Everyone who lives in South Carolina should assume hackers have their Social Security numbers and possibly credit or debit card numbers.

The massive data breach at the S.C. Department of Revenue is a matter of concern, but it’s not a reason to panic.

Hackers steal financial information all the time. There are precautions to take that would be a good idea any time.

It’s also a chance to get a free year of credit monitoring.

The easiest thing to deal with is compromised credit and debit card numbers, which in this case could be cards used to pay state taxes. If you fear your credit or debit card was compromised, call the issuer and get a card with a new number.

If someone makes fraudulent charges on your credit card, your liability under federal law is limited to $50, and many have a zero-liability policy.

Debit cards can carry greater liability and can potentially be used to drain a bank account.

Social Security numbers are another issue. They can potentially be used to open fraudulent financial accounts or claim false tax refunds, but you cannot change a Social Security number without evidence of ongoing problems due to misuse.

But there are steps you can take to protect yourself.

Scammers

First, watch out for scam artists who may use South Carolina’s data breach as an opportunity to exploit people’s fears.

If you get a phone call and someone tells you he needs your account information or passwords due to suspected fraud, don’t give it. Financial and government institutions will not call asking for such information.

If you did not initiate the call, don’t give sensitive information over the phone.

Likewise, it’s common to receive emails that appear to be from banks, credit card companies and other institutions.

They might say something like “your account is about to be frozen” or “your password has been stolen” or something else meant to alarm you. Those emails will often ask you to click a website link — a link designed to steal your information by directing you to an authentic-looking website to enter account numbers and passwords, or by introducing a computer virus.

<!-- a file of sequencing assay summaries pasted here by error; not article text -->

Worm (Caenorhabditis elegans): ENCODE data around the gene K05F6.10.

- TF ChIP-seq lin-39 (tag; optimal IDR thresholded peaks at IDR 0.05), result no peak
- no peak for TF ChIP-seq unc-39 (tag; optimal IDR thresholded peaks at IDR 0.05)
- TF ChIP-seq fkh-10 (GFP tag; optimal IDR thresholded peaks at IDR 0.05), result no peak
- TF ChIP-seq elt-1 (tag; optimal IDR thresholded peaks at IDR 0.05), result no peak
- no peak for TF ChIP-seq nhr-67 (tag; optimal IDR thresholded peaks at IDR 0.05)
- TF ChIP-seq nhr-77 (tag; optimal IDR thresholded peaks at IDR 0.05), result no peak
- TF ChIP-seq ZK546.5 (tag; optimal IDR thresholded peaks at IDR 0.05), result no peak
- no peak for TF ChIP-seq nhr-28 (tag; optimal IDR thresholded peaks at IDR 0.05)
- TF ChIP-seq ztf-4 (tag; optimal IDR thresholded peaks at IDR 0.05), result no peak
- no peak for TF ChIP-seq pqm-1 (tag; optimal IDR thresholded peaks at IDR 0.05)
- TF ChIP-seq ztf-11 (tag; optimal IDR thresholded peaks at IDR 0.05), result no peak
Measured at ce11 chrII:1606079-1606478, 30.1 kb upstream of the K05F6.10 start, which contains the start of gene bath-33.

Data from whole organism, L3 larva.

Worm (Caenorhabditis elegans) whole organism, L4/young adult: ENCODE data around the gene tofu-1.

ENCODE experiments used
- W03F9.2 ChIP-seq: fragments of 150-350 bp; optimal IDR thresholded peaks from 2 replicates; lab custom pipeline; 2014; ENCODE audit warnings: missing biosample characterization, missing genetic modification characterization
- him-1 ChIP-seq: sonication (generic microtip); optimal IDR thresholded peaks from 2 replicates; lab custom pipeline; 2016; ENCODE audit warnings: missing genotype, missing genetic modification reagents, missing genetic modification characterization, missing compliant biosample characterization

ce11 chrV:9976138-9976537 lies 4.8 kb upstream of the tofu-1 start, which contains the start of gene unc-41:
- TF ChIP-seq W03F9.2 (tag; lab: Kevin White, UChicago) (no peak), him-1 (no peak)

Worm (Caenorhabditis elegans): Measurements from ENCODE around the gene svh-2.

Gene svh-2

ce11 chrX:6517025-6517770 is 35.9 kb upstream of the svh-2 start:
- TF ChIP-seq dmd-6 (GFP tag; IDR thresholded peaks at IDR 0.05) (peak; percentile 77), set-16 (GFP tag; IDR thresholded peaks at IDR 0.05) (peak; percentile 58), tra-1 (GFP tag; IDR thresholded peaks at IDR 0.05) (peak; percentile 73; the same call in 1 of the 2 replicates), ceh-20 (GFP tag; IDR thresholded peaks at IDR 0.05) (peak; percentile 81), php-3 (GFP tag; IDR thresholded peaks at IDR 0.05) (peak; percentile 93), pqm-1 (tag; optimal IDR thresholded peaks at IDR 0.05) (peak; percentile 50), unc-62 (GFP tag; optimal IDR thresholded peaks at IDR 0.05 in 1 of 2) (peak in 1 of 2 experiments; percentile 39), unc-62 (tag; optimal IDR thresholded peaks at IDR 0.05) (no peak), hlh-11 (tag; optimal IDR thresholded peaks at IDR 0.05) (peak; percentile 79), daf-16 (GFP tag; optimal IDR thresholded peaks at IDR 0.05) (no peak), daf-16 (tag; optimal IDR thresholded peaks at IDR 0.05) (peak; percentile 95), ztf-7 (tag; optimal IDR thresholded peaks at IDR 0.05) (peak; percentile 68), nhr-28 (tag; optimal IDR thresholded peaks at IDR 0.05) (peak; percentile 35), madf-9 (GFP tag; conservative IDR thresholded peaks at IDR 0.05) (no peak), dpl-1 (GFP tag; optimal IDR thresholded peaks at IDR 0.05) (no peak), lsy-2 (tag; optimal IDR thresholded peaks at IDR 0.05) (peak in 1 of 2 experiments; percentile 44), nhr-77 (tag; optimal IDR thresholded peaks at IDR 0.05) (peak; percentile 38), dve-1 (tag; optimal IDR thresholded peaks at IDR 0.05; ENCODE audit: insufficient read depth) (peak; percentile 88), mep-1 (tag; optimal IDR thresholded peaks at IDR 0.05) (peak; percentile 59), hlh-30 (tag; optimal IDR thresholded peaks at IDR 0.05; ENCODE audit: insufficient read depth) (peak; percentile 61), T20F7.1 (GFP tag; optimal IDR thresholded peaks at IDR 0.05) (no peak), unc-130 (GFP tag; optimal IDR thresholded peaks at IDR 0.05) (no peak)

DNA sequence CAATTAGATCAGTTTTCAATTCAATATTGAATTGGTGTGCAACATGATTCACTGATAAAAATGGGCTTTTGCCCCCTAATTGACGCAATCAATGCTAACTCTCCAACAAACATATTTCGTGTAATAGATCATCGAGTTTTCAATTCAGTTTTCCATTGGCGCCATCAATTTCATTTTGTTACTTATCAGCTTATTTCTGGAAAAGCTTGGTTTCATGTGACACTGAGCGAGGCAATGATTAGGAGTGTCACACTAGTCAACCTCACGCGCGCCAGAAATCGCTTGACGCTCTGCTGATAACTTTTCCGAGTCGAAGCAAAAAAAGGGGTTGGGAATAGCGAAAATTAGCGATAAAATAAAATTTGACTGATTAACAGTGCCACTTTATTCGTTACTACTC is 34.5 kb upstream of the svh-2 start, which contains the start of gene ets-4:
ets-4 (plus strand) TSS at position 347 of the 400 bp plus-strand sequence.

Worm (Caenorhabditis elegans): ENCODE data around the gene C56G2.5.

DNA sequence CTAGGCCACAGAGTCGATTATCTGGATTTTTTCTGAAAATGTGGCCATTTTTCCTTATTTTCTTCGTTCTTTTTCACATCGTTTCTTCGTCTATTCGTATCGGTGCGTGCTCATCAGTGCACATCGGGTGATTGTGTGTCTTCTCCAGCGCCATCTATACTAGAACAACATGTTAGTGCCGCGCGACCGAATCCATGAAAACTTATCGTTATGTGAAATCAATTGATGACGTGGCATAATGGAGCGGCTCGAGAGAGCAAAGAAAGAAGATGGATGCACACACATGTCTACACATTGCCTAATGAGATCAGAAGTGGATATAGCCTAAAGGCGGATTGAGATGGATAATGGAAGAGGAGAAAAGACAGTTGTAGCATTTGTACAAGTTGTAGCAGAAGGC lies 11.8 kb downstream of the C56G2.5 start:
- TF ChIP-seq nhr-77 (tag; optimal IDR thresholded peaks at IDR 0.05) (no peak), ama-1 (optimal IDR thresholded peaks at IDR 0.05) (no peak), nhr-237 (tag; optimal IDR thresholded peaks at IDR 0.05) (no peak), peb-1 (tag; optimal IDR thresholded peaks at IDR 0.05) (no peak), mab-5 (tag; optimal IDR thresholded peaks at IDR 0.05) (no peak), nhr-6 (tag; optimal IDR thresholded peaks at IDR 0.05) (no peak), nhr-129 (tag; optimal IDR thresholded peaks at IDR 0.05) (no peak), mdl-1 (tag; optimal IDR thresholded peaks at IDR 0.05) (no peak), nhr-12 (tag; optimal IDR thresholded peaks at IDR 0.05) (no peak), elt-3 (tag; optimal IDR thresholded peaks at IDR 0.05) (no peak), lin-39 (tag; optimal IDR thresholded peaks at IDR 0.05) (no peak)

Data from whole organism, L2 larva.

If you receive an email warning and you think it may be legitimate, contact your institution directly or visit their regular website.

Credit monitoring

Due to South Carolina’s data breach, the state is offering a free year of Experian’s ProtectMyID service. Sign up at protectmyid.com/scdor with activation code SCDOR123, or call 866-578-5422.

Services such as Experian’s don’t so much protect you from identity theft as they help you protect yourself. ProtectMyID will let you know of attempts to obtain credit in your name, for example. If someone does steal your identity, the service offers assistance with resolving ID theft problems.

Signing up gives you immediate access to your Experian credit report. Under federal law, you can review all your credit reports at no cost once a year at www.annualcreditreport.com or 877-322-8228.

Regularly monitoring credit reports, bank statements, and credit and debit accounts is your front-line defense. If you want to go further, you can place a fraud alert with credit reporting agencies.

Fraud alerts

A 90-day fraud alert tells potential credit issuers to take additional steps to confirm your identity. Call Equifax at 800-525-6285, Experian at 888-397-3742 or TransUnion at 800-680-7289. You only have to call one, because the other two will be notified.

An additional step would be to put a security freeze in place with the credit bureaus. A security freeze blocks credit issuers from viewing your reports, and you would have to lift a freeze in order to take out a loan or sign up for new bank or credit card accounts.